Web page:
I’m single for all the usual reasons plus a couple of ancillary snags and detriments, for example: an eye-catching scar on my forearm left by an obstinate pit bull whose windpipe I was forced to (honest to God!) wrench out in panicked self-defense—please, no grief about the humane treatment of animals. Killing a dog is not a meet-cute anecdote on a first date (especially if the woman in question is an animal lover), and yet due to the prominence of the dimpled scars on my arm it has never not come up, unless I wear long sleeves, in which case, this being Los Angeles, the woman in question assumes I’m a junkie. I could go for Gila monster attack as an explanation, but then I’m lying on a first date, which, as any relationship expert will tell you, does not bode well for the future of the relationship.
– Page 5, Hart Hanson’s The Driver
How much you like The Driver depends in large part on how much you like being inside the head of its hero, Iraq War vet turned LA limousine driver Michael Skellig.
You might find this sort of hipster hyper-verbalism funny and appealingly glib, a nice coating of character oil to smoothly move the gears of this thriller’s busy plot. Me? It wore me out after a while, and I started to develop a picture in my head of a young, drunk Steve Buscemi type nattering at me for hours from the neighboring barstool.
But perhaps I’m not being fair, for Skellig is no bug-eyed twitchy twerp, but a badass Special Forces combat vet now slumming it as the owner of a low-rent limo company even though his mother is a prominent state assemblyman. (As his lust interest, an LA police detective, puts it: “Oh, Skellig, aren’t you just the sweetest vanilla cupcake with shit frosting?”)
And Skellig can be funny when he’s being pithy. Or at least his mother can, as witnessed in this flashback exchange:
“You’re seventeen so it’s understandable you like Ayn Rand. Adolescent boys respond to her simplistic ranting because Ayn Rand herself was basically an angry adolescent boy who had all the answers but felt like nobody listened to her.”
“You’re a Republican. How can you not like Ayn Rand?”
“She’s bullshit you grow out of, like costume parties or thinking farts are hilarious. I mean, go ahead and like her now, Mikey, but have the grace to look back in a few years and be embarrassed.”
After saving the life of gangsta-rapper mogul Bismarck Avila from a professional hit at a high-profile event, Skellig gets drawn into the deeper undercurrents of the threat against his gregarious but ego-riddled client. As per the thriller formula, the threat is plural, and the threateners are not just criminals but cops, and the more Skellig doesn’t know who to trust, the more he’s forced to go it alone to keep himself, Avila and his motley crew of damaged war-vet employees out of jail—or worse.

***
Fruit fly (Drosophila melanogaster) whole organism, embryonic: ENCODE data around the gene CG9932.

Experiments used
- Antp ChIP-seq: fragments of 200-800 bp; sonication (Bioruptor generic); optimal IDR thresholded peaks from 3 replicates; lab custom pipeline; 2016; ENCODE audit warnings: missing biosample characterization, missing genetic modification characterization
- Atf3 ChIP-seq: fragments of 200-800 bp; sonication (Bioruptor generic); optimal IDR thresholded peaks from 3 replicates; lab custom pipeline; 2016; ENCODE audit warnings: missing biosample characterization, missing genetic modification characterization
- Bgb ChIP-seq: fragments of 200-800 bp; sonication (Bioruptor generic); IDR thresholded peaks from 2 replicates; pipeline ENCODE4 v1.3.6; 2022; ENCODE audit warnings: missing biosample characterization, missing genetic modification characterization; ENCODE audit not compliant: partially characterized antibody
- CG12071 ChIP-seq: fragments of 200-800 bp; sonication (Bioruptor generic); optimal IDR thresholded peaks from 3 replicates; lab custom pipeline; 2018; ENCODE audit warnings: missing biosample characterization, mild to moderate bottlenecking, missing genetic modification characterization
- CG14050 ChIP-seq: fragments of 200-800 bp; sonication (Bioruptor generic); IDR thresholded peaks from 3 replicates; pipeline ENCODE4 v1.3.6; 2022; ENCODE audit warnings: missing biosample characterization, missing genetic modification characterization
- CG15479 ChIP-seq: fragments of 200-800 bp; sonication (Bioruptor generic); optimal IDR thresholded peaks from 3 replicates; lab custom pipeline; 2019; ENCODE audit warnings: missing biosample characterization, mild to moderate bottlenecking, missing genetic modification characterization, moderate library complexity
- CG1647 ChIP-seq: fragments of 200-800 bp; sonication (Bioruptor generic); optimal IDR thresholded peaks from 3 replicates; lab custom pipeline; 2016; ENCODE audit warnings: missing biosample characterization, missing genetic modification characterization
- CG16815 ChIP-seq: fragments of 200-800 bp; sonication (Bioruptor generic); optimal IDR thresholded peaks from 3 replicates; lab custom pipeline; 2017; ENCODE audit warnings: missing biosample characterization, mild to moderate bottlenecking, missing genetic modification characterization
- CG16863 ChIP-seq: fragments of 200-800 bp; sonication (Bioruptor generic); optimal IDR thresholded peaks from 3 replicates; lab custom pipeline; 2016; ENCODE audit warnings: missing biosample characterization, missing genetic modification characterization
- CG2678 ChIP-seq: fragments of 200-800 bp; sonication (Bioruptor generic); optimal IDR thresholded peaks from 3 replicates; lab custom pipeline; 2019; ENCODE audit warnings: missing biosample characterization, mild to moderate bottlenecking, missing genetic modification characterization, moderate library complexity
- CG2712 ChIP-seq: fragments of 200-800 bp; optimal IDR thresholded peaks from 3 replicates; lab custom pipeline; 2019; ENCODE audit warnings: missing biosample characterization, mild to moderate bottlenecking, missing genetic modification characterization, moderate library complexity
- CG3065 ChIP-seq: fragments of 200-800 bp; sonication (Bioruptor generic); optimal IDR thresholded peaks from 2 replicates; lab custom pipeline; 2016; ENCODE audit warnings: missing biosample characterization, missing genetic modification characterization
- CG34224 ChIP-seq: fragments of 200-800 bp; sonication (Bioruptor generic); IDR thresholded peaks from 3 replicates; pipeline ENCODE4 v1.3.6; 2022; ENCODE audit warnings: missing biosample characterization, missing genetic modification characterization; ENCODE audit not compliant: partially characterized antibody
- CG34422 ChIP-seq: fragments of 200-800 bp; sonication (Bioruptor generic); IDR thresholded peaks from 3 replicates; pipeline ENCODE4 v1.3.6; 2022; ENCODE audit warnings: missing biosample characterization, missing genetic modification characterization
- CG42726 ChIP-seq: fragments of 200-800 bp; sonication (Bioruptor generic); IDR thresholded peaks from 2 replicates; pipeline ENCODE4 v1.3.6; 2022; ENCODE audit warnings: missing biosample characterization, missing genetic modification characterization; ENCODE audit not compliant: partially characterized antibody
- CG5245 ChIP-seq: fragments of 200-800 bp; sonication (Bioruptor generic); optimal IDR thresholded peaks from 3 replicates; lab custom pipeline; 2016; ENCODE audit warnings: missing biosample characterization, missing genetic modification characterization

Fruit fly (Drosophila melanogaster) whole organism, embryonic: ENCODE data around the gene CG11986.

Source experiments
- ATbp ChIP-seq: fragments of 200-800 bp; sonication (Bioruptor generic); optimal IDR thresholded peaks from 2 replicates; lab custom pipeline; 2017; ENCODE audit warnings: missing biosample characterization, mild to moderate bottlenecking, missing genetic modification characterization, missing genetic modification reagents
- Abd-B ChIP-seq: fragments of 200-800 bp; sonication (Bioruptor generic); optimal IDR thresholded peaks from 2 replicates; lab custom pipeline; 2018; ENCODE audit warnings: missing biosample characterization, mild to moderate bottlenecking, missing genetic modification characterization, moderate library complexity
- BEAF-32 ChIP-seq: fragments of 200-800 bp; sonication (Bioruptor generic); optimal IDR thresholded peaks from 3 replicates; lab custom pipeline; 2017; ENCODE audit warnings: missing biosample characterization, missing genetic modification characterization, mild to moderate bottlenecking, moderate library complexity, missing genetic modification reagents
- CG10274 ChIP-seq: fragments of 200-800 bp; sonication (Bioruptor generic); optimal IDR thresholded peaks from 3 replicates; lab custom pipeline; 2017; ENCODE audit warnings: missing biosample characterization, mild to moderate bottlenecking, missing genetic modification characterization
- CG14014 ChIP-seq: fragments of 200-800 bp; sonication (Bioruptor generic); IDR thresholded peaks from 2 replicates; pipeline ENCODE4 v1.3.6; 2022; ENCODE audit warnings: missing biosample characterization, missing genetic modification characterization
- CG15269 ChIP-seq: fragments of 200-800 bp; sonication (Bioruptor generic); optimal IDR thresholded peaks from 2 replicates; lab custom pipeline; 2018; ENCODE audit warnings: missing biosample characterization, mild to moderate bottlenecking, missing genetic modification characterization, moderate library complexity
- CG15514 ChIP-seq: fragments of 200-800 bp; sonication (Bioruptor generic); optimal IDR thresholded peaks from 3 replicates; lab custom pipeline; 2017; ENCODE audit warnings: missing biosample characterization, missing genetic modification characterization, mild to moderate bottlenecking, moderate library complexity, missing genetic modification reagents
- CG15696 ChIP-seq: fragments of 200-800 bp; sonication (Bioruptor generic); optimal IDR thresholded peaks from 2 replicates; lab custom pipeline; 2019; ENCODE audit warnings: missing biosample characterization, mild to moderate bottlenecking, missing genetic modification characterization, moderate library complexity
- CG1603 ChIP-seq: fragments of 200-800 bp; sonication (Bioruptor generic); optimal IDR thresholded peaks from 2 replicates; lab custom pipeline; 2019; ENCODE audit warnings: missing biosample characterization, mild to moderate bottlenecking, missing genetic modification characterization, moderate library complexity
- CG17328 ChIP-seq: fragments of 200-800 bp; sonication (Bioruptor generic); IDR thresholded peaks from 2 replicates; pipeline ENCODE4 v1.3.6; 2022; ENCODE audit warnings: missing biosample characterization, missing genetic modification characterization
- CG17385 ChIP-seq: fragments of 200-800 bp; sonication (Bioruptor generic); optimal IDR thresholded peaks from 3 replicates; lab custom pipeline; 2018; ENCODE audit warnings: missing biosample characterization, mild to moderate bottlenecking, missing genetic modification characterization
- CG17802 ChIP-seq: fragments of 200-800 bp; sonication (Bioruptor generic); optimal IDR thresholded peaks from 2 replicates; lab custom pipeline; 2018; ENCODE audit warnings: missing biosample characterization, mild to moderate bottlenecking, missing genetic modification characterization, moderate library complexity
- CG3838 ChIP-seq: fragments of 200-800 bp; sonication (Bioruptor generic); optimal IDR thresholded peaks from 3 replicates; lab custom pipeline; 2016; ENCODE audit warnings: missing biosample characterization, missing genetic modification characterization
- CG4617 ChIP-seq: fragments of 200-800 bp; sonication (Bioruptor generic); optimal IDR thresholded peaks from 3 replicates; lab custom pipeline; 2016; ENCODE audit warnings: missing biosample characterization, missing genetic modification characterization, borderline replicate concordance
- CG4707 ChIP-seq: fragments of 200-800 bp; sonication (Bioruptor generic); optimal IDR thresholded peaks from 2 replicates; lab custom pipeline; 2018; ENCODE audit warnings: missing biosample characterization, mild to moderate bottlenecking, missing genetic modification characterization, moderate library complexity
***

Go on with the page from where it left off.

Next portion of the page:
Hanson is a TV writer whose credits stretch back nearly thirty years, and whose most prominent credit is as the creator of the FOX series Bones, based on the popular forensic-detective series of novels by Kathy Reichs. The Driver is his debut novel, released at age fifty-nine, and it shows off his strengths as a screenwriter: solid scene construction, slick pacing, snappy dialogue, and distinctively colorful characters. (In a nice bit of trope inversion, the woman Skellig is in love with not only resists him, but really doesn’t want him. She’s not playing hard to get.)
And Hanson has a nice light touch with action, though some of the get-out-of-an-impossible-jam situations stretch the bounds of suspended disbelief, as even Skellig seems to cheerfully concede: “When one is obliged to dispose of a murdered body, one faces a Gordian knot wrapped around Pandora’s box, which contains Occam’s razor.”
But, speaking of tropes, they’re in abundance. The quirky, sexy, semi-damaged, semi-antisocial military vet/knight-errant type is so prolific in thriller fiction today that maybe their creators should just pool their royalties, as they all seem to ride, and maybe even read, each other’s drafts. But they are popular, and they’re popular for a reason that exists beyond the bounds of fair criticism, and so I won’t criticize too heavily just because they’re not my cup of hardboiled coffee.
But, that Steve Buscemi voice….
I will say this: There were times when I was tempted to bail on The Driver. But I hung in there each time, and after a while I realized it was no longer an effort to do so, and to me that represents a laudable level of authorial skill that some bigger names in the thriller business don’t have. Hart Hanson knows how to tell a high-spirited story, and he knows to kick into a higher gear when he most needs to, and that’s what matters most.
Eagle Harbor Books: Buy